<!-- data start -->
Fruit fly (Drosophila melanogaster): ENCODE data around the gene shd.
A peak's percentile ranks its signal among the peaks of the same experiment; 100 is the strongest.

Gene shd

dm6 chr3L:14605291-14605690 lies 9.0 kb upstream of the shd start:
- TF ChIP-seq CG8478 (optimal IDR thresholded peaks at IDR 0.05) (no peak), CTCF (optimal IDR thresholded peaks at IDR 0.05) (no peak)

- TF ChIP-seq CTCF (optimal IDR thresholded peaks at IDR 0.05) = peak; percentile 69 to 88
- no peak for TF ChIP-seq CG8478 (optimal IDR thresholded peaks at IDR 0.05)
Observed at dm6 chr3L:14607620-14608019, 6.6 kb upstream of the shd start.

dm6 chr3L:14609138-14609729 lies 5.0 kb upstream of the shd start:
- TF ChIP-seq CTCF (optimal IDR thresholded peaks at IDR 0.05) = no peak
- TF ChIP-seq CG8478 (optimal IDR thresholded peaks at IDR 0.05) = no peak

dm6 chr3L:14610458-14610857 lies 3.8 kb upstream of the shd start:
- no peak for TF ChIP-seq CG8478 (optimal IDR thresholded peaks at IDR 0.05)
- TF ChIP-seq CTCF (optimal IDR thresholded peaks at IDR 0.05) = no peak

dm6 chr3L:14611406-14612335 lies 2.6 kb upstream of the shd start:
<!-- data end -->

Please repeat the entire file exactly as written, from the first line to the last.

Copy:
Fruit fly (Drosophila melanogaster): ENCODE data around the gene shd.
A peak's percentile ranks its signal among the peaks of the same experiment; 100 is the strongest.

Gene shd

dm6 chr3L:14605291-14605690 lies 9.0 kb upstream of the shd start:
- TF ChIP-seq CG8478 (optimal IDR thresholded peaks at IDR 0.05) (no peak), CTCF (optimal IDR thresholded peaks at IDR 0.05) (no peak)

- TF ChIP-seq CTCF (optimal IDR thresholded peaks at IDR 0.05) = peak; percentile 69 to 88
- no peak for TF ChIP-seq CG8478 (optimal IDR thresholded peaks at IDR 0.05)
Observed at dm6 chr3L:14607620-14608019, 6.6 kb upstream of the shd start.

dm6 chr3L:14609138-14609729 lies 5.0 kb upstream of the shd start:
- TF ChIP-seq CTCF (optimal IDR thresholded peaks at IDR 0.05) = no peak
- TF ChIP-seq CG8478 (optimal IDR thresholded peaks at IDR 0.05) = no peak

dm6 chr3L:14610458-14610857 lies 3.8 kb upstream of the shd start:
- no peak for TF ChIP-seq CG8478 (optimal IDR thresholded peaks at IDR 0.05)
- TF ChIP-seq CTCF (optimal IDR thresholded peaks at IDR 0.05) = no peak

dm6 chr3L:14611406-14612335 lies 2.6 kb upstream of the shd start: